Glen Cove officials are viewing the temporary Metropolitan Transportation Authority ferry service that begins Monday as a crucial test run for the long-term commuter boat routes to Manhattan that the city has been planning for years.
The temporary ferries are scheduled to run for less than two months to help commuters facing reduced Long Island Rail Road service during summer construction at Penn Station.
Experts say the ferries could help gauge future demand for year-round ferry service and reveal potential glitches — although ferry critics view the temporary service as a best-case scenario that will offer few clues as to how long-term routes from Glen Cove would fare.
Glen Cove Deputy Mayor Barbara Peebles said the temporary runs will help the city pitch long-term service.
“This is absolutely the best trial run I could have ever dreamed of,” she said. “We’re going to have fantastic data from this temporary ferry service.”
City leaders have been hoping to reinstate ferry service since shortly after now-defunct Fox Navigation ended the last attempt at a regular route in 2002, after less than a year and a half, citing low ridership and high costs. City officials contend the failure was because of Fox missteps.
A new ferry terminal was completed in 2016. Seven ferry operators expressed interest in a Glen Cove route last year, but none submitted a formal proposal. The city extended the deadline for a request for proposals until September, hoping that more details on parking and fewer hassles related to construction of the adjacent Garvies Point housing, commercial and recreational development would make the route more attractive.
One of the two ferry companies operating the temporary service, New York Water Taxi, initially expressed interest last year in a long-term route.
Donovan Finn, an urban planner at Stony Brook University, was struck by how the MTA is funding an experiment that will give the city invaluable information in developing a long-term ferry service that would be expected to draw many of its passengers from the LIRR.
“Their own competitor has basically dropped an opportunity to kind of beta-test this in their lap,” he said.
The temporary service won’t mirror what the city wants in the long term. There will be only one morning boat to Wall Street and one to 34th Street, with late afternoon and early evening returns; the city wants at least three round trips. City officials also are hoping the permanent trips will be about 20 minutes shorter than the 70 minutes the MTA has scheduled to 34th Street and the 80 minutes to Wall Street.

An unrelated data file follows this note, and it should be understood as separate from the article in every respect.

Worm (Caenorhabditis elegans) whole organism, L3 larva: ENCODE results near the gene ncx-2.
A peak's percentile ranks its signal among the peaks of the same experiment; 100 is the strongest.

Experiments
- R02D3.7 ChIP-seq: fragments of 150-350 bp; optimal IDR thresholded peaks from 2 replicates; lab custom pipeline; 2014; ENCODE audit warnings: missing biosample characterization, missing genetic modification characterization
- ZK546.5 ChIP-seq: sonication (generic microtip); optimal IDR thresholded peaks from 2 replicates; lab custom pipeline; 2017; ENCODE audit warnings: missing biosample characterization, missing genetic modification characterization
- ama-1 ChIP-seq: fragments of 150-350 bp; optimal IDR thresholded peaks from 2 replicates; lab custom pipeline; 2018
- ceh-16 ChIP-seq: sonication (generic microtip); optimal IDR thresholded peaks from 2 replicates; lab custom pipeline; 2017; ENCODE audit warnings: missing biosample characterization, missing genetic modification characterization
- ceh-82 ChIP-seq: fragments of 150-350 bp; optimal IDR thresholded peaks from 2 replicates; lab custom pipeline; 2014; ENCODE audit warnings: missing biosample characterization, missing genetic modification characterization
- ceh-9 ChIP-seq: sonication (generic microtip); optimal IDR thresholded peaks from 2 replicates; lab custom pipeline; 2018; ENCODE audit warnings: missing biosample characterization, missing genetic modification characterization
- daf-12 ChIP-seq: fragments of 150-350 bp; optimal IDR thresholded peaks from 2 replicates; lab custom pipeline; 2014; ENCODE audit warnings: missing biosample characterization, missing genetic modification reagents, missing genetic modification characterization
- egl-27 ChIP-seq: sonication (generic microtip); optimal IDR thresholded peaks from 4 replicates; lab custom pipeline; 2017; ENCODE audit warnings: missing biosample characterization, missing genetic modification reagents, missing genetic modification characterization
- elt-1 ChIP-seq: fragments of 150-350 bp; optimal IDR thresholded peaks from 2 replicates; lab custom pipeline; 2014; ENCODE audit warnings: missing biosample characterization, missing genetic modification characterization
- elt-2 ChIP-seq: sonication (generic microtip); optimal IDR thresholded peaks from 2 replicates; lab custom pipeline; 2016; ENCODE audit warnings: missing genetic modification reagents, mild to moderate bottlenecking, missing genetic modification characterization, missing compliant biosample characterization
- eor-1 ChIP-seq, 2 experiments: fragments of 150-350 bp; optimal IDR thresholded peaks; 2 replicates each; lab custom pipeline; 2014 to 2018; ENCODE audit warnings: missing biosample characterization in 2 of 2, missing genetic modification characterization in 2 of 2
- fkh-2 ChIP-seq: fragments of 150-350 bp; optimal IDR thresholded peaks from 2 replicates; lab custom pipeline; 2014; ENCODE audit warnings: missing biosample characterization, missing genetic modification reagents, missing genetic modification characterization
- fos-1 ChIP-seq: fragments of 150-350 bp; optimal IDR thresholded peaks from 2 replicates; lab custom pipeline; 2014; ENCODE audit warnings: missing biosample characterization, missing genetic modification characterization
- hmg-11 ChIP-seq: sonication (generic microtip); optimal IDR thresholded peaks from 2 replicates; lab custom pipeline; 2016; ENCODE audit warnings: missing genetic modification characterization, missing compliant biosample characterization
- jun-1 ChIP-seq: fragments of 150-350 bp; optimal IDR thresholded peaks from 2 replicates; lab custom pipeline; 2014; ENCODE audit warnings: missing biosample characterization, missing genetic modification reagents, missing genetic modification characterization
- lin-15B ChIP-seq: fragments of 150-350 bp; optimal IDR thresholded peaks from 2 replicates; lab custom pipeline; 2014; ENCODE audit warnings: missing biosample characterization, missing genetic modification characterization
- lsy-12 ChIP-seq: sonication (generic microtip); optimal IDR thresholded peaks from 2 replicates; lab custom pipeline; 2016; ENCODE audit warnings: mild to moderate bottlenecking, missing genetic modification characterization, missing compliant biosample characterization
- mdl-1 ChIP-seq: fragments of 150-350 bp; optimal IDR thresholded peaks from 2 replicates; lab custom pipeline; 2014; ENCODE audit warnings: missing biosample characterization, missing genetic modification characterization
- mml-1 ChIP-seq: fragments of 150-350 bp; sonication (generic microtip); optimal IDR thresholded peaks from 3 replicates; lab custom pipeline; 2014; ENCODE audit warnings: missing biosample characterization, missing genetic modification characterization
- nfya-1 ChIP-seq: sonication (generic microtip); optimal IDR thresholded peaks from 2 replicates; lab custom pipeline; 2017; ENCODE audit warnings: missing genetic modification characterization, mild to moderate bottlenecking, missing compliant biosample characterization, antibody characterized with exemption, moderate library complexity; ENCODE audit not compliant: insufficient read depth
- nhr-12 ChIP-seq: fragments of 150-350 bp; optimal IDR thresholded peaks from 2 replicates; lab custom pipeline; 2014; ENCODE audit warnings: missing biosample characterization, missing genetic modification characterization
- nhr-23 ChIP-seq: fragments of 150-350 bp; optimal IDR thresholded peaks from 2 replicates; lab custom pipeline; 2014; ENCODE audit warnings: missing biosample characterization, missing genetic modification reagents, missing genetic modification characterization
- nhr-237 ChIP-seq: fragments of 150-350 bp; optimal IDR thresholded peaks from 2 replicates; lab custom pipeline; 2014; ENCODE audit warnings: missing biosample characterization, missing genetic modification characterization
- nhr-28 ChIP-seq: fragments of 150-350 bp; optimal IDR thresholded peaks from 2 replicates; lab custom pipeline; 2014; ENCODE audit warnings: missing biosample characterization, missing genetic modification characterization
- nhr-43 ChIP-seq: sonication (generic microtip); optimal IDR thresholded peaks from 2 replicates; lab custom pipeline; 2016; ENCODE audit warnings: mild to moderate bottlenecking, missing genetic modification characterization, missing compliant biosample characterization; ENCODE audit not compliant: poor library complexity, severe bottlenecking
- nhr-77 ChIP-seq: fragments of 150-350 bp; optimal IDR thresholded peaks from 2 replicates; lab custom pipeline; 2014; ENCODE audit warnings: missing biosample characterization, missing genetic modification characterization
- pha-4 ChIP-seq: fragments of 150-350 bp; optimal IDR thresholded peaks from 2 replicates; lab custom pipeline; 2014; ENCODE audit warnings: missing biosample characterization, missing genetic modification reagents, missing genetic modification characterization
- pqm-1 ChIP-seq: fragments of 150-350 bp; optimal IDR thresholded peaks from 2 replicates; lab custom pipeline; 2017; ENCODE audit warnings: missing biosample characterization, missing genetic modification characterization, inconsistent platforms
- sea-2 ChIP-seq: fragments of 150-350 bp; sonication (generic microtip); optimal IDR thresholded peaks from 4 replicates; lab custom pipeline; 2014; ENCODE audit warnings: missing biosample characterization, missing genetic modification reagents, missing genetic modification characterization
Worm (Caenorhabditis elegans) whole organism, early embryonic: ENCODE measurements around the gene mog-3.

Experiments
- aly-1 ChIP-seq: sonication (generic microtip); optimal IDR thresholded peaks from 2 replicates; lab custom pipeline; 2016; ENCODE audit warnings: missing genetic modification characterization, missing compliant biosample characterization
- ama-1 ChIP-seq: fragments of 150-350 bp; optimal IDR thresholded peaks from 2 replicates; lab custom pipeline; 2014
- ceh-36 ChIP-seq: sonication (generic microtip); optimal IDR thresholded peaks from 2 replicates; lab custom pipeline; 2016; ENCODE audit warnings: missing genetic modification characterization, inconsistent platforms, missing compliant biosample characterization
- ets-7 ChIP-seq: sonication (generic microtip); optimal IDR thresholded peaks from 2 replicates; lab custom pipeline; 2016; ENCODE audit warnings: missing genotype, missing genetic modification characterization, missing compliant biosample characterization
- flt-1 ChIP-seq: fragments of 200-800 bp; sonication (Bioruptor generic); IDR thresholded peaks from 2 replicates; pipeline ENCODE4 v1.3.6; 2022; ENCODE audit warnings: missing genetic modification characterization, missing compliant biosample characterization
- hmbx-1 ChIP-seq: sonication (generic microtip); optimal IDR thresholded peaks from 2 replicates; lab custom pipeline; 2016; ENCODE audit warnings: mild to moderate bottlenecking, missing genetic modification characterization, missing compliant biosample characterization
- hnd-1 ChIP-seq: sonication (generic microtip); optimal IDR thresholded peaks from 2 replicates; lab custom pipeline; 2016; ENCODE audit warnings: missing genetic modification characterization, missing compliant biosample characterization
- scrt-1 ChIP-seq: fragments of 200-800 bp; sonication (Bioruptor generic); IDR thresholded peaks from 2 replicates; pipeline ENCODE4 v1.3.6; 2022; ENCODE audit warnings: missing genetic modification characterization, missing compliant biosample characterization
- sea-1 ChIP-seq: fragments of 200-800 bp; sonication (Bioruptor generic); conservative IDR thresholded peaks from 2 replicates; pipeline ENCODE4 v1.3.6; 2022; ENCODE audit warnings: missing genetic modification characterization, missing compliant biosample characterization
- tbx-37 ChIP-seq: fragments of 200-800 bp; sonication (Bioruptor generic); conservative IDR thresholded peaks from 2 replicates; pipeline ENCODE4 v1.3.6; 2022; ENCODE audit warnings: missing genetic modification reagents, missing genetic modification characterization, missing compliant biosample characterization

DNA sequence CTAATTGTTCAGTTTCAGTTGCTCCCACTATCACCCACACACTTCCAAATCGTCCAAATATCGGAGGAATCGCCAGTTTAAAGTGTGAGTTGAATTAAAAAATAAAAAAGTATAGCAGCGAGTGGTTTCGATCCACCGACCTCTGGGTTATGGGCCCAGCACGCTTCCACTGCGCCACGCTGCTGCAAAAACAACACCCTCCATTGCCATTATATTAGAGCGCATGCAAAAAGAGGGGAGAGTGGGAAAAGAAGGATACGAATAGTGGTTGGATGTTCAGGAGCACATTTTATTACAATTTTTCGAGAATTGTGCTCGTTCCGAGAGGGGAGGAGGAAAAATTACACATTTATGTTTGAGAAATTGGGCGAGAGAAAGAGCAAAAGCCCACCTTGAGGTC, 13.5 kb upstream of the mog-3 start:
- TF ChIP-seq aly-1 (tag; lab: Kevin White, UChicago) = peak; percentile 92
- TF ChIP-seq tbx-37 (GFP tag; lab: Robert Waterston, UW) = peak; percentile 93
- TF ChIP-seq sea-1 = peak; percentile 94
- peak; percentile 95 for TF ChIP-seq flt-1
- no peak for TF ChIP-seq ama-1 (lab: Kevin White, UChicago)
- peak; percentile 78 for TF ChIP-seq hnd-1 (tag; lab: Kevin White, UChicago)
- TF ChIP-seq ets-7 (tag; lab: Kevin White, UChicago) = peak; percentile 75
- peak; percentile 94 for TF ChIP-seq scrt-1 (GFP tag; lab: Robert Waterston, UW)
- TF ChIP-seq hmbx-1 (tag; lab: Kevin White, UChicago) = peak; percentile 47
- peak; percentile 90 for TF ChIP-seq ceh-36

In addition, the parking that Garvies Point developer RXR Glen Isle Partners is providing for the temporary service, in addition to a 108-space terminal lot, is closer to the terminal than the likely location of permanent ferry parking.
Roland Lewis, president and chief executive of the Manhattan-based Waterfront Alliance, which supports increased use of commuter ferries, said the temporary service is not “an apples-to-apples” test of a permanent route.
But, he said, “if a lot of people show up to try it, I think it’s an indicator there’s a future there for ferry service.”
The MTA is allowing anyone with a valid LIRR pass or ticket to ride the ferry. But an operator of New Jersey-to-Manhattan ferries that last year looked into a Glen Cove route told Newsday then that a monthly Glen Cove ferry pass could cost double what an LIRR pass costs, currently $297.
Even so, Finn said, the test runs are “creating, potentially, a user base for the ferry,” and some of those riders may decide they’d be willing to pay more for the ferry if they find the service more convenient and pleasant.
Lewis said that, as with most ferries, as well as the LIRR, government subsidies would be needed to make Glen Cove ferry service affordable and viable.
RXR, which views a ferry as an amenity for residents of the 1,110 condos and apartments it is building at Garvies Point, says it would, if necessary, spend up to $1 million to help subsidize a ferry for up to two years.
Glen Cove Mayor Reginald Spinello said it’s too early to say whether a longer-term subsidy would be needed, but he said there are no plans to ever spend city tax money on subsidies, although seeking federal or state grants could be an option.
Bruce Kennedy, village administrator for neighboring Sea Cliff, which has environmental, traffic and other concerns about any ferry from Glen Cove, said the temporary service benefits from an almost ideal situation: LIRR problems, summer weather, nearby parking and prices identical to the LIRR.
Commuters, he said, would be less enthused about walking a longer distance in the February cold for a more expensive ferry ride, and with the train nearby as an option.
After construction, he predicted, “the Long Island Rail Road will still be more reliable, have more frequent service and operate at a fraction of the cost.”